Our esteemed Foreign Secretary has finally admitted that the British Government knew about secret CIA prisons prior to Bush confirming their existence back in September.

"Prior to this speech, we were aware of the existence of a secret U.S. detention program only in general terms," Beckett said in response to a lawmaker's question.

A Foreign Office spokesman, speaking on customary condition of anonymity, said the statement was the first confirmation Britain had prior knowledge of the secret prisons.

This is a change of tune from the Government which up until now has either denied all knowledge of 'extraordinary rendition' and CIA 'black sites', or simply refused to talk about it.

We have said absolutely all that we have to say on this. There is nothing more to add to it. The Council of Europe report adds nothing new whatever to the information that we have.

Remember how "unhelpful and evasive" Geoff (Buff) Hoon was when MEPs conducted their own inquiry into rendition and black sites? On January 23rd the European Parliament committee on involvement in rendition will meet to discuss their Draft report (.pdf) which slammed Britain and other EU states for their lack of co-operation with the investigation. I wonder if this might force a few more admissions from Mrs Beckett.

Who Guards The Guards? Not The Electoral Commission


Sir Alisair Graham, Chair of the Committee on Standards in Public Life has released their 11th report (Avaliable here). Announcing the report he blasts the Electoral Commission for being utterly useless:

The Committee continues to believe that an effective Commission is a necessary and vital part of the institutional architecture needed to support and maintain our democratic system.

However, the evidence received by the Committee during our inquiry indicates that there the Commission has not been effective as there has been a reduction in confidence in issues that underpin two key pillars of our democratic system:

1. free, fair and secure elections; and
2. the framework for the regulation of political party funding

Both of these issues should have been the core tasks and priorities of the Electoral Commission. This has not been the case to date.

Through a combination of deficiencies in its current mandate, that is too weak in some areas and too broad in others, combined with a lack of courage, competence and leadership in its regulatory and advisory approach, the Commission has not successfully performed these core duties.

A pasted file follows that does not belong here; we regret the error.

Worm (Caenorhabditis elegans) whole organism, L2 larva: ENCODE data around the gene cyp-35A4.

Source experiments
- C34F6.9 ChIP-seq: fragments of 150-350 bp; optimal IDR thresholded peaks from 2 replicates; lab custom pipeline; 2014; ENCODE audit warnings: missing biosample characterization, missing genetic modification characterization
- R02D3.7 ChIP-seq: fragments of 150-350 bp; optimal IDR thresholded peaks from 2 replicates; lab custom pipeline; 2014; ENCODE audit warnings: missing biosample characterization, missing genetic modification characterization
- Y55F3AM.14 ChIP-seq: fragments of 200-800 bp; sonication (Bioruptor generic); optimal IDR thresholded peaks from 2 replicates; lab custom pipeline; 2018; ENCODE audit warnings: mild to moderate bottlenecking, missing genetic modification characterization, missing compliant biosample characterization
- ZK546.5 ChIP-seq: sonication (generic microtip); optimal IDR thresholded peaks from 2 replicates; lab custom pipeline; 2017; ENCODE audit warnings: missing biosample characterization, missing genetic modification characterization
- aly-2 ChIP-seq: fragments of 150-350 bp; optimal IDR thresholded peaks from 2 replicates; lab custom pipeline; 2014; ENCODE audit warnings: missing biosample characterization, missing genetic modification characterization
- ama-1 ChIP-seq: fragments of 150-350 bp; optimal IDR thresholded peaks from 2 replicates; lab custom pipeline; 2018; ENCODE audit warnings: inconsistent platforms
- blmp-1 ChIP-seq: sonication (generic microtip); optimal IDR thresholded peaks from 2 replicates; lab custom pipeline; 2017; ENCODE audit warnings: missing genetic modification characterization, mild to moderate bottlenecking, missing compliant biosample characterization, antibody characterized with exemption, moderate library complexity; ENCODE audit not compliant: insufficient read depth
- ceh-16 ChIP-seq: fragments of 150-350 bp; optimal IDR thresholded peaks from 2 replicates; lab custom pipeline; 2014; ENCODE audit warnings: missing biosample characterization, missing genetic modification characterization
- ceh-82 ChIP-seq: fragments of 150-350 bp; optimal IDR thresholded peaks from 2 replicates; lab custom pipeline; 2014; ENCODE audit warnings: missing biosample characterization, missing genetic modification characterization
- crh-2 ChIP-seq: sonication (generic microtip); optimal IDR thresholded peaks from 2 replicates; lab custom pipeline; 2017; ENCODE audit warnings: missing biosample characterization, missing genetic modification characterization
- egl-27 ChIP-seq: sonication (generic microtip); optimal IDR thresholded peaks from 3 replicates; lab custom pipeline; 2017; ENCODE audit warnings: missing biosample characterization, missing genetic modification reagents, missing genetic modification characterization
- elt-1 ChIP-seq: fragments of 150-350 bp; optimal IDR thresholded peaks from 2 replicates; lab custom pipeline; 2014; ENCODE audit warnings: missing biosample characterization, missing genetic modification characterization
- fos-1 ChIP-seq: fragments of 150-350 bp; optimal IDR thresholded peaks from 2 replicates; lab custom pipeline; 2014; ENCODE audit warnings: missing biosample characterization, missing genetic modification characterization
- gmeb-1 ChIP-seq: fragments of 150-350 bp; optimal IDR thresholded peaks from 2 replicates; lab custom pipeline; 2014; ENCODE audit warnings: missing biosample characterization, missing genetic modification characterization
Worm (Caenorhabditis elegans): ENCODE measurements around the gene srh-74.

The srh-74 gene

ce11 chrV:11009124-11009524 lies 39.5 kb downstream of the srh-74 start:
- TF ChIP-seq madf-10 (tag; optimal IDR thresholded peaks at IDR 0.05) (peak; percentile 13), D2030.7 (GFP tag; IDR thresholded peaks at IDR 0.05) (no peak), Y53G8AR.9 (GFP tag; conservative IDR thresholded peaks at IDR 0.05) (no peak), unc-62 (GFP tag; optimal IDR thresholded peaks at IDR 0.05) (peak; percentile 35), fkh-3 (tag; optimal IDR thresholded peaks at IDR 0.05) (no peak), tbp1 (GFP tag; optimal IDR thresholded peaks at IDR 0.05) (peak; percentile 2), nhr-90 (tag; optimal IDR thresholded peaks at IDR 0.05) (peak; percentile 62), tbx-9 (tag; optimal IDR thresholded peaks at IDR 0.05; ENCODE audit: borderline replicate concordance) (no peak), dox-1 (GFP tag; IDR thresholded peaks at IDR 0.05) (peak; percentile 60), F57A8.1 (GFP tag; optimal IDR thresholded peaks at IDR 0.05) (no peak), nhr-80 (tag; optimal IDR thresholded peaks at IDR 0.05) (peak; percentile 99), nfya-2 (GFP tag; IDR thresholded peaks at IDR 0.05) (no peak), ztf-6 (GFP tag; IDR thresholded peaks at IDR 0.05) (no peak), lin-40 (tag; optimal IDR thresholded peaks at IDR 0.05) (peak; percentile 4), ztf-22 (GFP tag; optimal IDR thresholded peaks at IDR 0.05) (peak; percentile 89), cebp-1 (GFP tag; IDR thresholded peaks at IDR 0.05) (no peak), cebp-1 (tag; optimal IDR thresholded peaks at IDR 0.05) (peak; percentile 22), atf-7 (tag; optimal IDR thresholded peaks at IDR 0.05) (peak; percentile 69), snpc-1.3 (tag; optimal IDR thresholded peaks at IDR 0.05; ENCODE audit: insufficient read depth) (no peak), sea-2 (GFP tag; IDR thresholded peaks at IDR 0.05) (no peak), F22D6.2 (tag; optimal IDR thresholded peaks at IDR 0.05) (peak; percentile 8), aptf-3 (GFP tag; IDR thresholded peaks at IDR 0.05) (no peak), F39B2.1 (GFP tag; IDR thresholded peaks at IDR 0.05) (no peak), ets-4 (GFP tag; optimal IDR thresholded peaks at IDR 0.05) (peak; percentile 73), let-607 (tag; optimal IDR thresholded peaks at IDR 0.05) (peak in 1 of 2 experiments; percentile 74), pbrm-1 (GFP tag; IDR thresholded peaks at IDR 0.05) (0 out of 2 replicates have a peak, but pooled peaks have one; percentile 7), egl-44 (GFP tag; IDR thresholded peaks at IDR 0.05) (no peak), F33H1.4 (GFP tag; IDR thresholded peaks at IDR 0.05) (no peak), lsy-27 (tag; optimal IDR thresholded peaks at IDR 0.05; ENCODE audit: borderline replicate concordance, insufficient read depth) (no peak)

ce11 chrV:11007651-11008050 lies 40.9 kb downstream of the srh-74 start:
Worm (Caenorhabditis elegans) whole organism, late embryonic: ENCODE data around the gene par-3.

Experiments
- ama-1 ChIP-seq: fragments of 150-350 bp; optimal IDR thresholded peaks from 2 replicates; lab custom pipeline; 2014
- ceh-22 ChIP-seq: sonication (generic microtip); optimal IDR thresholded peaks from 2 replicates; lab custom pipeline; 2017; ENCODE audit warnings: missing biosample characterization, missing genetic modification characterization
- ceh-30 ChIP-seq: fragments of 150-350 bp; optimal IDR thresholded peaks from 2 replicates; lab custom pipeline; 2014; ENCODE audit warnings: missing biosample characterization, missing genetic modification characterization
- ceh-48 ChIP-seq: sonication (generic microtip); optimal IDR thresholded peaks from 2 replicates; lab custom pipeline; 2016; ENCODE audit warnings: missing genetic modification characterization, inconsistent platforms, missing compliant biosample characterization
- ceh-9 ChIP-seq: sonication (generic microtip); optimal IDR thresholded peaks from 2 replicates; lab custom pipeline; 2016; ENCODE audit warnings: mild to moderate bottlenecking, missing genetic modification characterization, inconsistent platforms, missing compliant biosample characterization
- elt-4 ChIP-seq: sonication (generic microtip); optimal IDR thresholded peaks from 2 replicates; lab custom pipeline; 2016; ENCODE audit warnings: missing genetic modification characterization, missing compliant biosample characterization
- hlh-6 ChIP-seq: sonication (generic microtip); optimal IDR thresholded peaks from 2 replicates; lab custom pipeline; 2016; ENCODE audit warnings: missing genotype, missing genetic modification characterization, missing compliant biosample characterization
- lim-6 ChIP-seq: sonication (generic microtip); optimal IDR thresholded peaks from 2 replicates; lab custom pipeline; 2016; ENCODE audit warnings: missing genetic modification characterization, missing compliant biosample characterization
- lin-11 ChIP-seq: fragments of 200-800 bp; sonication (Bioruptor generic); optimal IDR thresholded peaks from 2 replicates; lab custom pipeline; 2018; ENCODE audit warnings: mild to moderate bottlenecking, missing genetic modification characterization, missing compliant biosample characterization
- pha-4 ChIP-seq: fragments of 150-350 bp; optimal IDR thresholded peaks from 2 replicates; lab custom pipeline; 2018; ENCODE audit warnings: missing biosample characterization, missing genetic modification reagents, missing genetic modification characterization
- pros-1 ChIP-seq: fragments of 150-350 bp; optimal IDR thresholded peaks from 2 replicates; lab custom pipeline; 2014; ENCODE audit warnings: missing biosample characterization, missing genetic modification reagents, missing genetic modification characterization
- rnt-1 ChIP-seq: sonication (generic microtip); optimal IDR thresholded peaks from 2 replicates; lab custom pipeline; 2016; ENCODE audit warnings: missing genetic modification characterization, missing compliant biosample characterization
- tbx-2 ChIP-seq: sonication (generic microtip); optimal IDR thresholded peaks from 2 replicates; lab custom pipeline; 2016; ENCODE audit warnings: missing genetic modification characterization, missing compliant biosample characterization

Evidence to our inquiry demonstrated that the Commission should have shown greater focus and courage in alerting the risk to the integrity of the electoral process from legislative changes, principally the lack of safeguards against electoral fraud with the introduction of postal voting on demand.

On party funding, the evidence shows that uncertainty over the Commission’s statutory role as a regulator, combined with its passive approach led to a regulatory failure on the issue of loans to political parties. Guidance was not provided, even when the issue was raised during the 2005 General Election, and no investigation or review as part of their statutory report on the Election was undertaken.

It is clear therefore that the both the Electoral Commission’s remit and operation need to change if we are to restore public confidence in the electoral process and in the regulation of political party funding.

This is what's known as a comprehensive demolition job. Sam Younger, the Chair of the Electoral Commission has responded in a terrifyingly bland statement:

Todays report acknowledges the necessary and vital part that the Commission plays in our democracy. And it adds support for important changes that the Commission itself has been calling for. But we do not accept that there is any basis for the accusation that the Commission has lacked courage and leadership.

... Before the Electoral Commission existed, little was known about where the political parties got their money, or how they spent it. Today the opposite is true. And where there has been evidence that the parties have not followed the rules, we have acted.

This is of course complete bollocks. Sam Younger famously defended his complete inactivity in not investigating the Loans for Peerages for eleven months because he feared "we might well be criticised". Lord Falconer thinks the Electoral Commission should be "merely the recipient of information" and have no investigative role.

Sam Younger thinks that there is indeed a problem with standards in public life, that the standards are set too high!

Sam Younger's term has just been extended for two years and Sir Alistair Graham’s term ends in April. Anyone think he'll get an extension?

*NB The Press Statement and Sir Alistair's remarks are word documents (in the first link). Could someone extract data from them - all I can see so far is that they were made by 'A Cabinet Office User' and have had revisions. apologies but I don't have tome for a proper analysis atm.

OECD Fails To Swallow Blair's Bullshit


Blair's Cancelling of the BAE/Saudi investigation was top of the agenda at the meeting of the OECD Working Group on Bribery. The explanations didn't go down well at all. The opening remarks by Angel Gurría, OECD Secretary-General showed that the OECD is taking this matter very seriously indeed, indeed they seem to say that how they deal with this will make or break their Anti-Bribery Convention:

On your session on cases, I understand you will take a particular look at issues that have arisen with respect to a case concerning the U.K., which is a source of concern regarding the application of the Convention provisions. It is also a case that has received considerable press attention. I have asked the Chair, and I have asked the Secretariat, to keep me informed about your procedures concerning this particular case.